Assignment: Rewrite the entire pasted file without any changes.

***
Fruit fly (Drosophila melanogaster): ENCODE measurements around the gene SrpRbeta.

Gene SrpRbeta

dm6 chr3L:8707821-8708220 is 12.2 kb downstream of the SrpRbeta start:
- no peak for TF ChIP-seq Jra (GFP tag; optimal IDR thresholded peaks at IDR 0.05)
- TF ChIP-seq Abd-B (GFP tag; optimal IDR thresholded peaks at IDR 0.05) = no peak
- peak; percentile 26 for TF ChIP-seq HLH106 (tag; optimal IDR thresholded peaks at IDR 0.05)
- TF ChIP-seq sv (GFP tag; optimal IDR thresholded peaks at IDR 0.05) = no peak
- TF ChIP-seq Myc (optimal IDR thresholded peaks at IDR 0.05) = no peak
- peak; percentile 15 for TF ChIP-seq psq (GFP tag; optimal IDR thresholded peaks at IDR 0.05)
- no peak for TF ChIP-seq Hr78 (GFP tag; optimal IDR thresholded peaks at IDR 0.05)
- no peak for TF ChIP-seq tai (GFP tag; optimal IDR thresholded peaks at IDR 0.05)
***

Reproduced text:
Fruit fly (Drosophila melanogaster): ENCODE measurements around the gene SrpRbeta.

Gene SrpRbeta

dm6 chr3L:8707821-8708220 is 12.2 kb downstream of the SrpRbeta start:
- no peak for TF ChIP-seq Jra (GFP tag; optimal IDR thresholded peaks at IDR 0.05)
- TF ChIP-seq Abd-B (GFP tag; optimal IDR thresholded peaks at IDR 0.05) = no peak
- peak; percentile 26 for TF ChIP-seq HLH106 (tag; optimal IDR thresholded peaks at IDR 0.05)
- TF ChIP-seq sv (GFP tag; optimal IDR thresholded peaks at IDR 0.05) = no peak
- TF ChIP-seq Myc (optimal IDR thresholded peaks at IDR 0.05) = no peak
- peak; percentile 15 for TF ChIP-seq psq (GFP tag; optimal IDR thresholded peaks at IDR 0.05)
- no peak for TF ChIP-seq Hr78 (GFP tag; optimal IDR thresholded peaks at IDR 0.05)
- no peak for TF ChIP-seq tai (GFP tag; optimal IDR thresholded peaks at IDR 0.05)